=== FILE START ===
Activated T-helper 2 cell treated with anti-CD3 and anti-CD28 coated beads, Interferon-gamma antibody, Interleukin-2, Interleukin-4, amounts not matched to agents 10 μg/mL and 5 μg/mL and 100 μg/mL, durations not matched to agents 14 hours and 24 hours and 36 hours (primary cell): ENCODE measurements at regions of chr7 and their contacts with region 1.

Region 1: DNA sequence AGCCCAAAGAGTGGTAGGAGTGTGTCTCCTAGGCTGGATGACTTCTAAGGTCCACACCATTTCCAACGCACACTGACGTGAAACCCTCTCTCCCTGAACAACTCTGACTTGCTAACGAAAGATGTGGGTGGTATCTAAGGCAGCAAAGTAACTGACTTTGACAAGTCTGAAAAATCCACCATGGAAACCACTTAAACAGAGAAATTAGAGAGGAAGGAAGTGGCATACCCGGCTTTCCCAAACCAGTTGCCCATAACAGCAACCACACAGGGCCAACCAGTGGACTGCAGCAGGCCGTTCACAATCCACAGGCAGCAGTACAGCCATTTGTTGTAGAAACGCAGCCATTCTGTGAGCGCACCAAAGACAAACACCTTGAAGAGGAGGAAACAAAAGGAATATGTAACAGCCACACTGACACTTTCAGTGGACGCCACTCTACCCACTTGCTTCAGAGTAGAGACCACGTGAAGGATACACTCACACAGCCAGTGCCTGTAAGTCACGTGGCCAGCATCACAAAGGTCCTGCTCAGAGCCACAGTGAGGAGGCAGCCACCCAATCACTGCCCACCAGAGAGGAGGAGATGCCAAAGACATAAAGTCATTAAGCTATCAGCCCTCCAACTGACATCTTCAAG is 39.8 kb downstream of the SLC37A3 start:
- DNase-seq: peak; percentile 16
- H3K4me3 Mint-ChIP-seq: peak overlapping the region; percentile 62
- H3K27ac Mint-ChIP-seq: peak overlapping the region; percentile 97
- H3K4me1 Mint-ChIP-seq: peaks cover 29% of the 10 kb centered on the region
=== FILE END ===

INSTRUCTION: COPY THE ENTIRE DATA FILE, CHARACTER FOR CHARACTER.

Activated T-helper 2 cell treated with anti-CD3 and anti-CD28 coated beads, Interferon-gamma antibody, Interleukin-2, Interleukin-4, amounts not matched to agents 10 μg/mL and 5 μg/mL and 100 μg/mL, durations not matched to agents 14 hours and 24 hours and 36 hours (primary cell): ENCODE measurements at regions of chr7 and their contacts with region 1.

Region 1: DNA sequence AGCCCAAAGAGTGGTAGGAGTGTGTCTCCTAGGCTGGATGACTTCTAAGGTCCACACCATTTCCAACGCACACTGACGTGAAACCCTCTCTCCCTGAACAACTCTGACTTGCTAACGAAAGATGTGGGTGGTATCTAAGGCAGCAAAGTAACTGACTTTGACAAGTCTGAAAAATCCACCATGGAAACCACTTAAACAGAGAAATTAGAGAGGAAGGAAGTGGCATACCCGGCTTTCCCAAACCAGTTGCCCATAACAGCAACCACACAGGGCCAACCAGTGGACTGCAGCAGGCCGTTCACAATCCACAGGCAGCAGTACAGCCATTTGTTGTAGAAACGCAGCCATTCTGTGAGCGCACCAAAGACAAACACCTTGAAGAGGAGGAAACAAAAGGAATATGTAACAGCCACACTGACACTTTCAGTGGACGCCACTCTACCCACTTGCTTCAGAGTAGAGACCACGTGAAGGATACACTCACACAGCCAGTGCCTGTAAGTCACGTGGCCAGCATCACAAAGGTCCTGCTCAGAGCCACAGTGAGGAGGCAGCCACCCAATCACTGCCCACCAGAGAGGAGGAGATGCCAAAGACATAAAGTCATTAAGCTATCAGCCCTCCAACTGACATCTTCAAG is 39.8 kb downstream of the SLC37A3 start:
- DNase-seq: peak; percentile 16
- H3K4me3 Mint-ChIP-seq: peak overlapping the region; percentile 62
- H3K27ac Mint-ChIP-seq: peak overlapping the region; percentile 97
- H3K4me1 Mint-ChIP-seq: peaks cover 29% of the 10 kb centered on the region